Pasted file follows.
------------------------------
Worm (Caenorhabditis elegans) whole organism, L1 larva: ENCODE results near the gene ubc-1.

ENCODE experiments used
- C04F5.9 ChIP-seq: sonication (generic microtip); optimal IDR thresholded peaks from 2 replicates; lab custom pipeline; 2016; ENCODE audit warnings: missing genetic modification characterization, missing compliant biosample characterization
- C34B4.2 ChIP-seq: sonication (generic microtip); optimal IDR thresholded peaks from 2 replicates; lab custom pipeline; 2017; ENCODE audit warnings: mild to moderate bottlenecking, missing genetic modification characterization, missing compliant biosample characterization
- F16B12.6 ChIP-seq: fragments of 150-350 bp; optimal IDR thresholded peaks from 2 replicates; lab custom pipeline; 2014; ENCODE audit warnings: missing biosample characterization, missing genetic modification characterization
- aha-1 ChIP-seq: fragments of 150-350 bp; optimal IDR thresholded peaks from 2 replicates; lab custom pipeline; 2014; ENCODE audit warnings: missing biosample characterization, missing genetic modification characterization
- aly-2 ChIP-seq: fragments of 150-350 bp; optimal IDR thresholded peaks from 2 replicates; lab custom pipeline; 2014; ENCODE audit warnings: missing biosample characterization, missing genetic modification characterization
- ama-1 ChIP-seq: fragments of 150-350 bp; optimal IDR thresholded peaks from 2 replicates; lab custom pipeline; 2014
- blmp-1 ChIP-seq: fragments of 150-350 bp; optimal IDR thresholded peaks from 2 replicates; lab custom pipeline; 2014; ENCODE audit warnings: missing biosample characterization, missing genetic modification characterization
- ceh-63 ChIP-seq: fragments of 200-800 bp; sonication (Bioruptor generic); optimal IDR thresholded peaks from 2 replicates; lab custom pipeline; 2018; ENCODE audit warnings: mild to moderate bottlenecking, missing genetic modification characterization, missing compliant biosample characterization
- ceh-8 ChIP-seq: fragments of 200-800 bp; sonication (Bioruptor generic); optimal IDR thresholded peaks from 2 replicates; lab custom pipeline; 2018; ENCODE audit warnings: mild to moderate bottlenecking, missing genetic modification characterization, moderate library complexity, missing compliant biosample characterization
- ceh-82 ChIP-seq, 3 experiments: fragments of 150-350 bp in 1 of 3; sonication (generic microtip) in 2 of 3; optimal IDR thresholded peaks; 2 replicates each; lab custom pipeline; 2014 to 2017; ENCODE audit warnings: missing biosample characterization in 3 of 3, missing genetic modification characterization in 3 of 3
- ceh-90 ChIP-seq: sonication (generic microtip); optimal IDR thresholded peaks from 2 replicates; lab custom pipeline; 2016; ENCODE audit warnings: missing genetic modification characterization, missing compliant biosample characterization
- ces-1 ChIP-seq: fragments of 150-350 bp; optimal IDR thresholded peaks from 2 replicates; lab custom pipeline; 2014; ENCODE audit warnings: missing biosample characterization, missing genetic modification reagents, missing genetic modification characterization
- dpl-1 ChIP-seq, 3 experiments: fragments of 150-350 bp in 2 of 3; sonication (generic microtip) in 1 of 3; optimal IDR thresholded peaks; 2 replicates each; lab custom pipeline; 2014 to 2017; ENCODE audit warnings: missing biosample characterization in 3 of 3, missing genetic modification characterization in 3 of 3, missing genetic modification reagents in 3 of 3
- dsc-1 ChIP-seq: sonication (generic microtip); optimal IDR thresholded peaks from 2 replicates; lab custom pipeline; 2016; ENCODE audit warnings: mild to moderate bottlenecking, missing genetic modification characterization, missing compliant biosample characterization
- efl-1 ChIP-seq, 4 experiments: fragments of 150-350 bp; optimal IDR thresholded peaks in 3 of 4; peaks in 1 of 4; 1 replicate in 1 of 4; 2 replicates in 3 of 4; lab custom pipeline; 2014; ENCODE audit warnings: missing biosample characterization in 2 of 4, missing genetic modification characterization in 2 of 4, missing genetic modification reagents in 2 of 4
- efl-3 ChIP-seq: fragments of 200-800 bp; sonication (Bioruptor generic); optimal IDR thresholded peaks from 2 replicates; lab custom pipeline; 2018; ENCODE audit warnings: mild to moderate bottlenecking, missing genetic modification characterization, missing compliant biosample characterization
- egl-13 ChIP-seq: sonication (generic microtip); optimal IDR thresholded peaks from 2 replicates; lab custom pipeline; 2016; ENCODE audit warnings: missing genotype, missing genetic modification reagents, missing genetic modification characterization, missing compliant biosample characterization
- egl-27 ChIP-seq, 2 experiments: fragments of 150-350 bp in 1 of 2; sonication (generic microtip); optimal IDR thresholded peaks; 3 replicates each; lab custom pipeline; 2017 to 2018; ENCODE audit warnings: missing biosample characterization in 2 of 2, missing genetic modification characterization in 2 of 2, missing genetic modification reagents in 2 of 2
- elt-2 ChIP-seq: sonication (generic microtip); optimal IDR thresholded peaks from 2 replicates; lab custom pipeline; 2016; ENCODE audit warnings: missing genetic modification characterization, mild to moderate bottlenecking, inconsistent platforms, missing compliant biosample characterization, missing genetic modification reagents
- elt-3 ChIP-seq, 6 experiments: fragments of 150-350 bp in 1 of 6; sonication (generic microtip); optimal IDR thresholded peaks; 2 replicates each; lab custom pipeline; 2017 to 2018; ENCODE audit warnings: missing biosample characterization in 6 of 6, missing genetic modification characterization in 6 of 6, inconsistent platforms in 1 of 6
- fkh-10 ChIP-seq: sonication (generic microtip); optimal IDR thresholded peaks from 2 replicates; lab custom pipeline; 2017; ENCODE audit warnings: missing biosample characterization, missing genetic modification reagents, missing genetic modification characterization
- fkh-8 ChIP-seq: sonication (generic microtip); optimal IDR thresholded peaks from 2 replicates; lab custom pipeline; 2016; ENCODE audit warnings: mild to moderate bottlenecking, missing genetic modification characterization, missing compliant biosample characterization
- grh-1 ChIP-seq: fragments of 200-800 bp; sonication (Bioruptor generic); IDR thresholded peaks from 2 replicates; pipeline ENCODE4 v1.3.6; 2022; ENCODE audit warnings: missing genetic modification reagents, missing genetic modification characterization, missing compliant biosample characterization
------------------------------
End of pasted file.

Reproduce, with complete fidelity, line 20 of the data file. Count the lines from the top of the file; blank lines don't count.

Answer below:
- egl-27 ChIP-seq, 2 experiments: fragments of 150-350 bp in 1 of 2; sonication (generic microtip); optimal IDR thresholded peaks; 3 replicates each; lab custom pipeline; 2017 to 2018; ENCODE audit warnings: missing biosample characterization in 2 of 2, missing genetic modification characterization in 2 of 2, missing genetic modification reagents in 2 of 2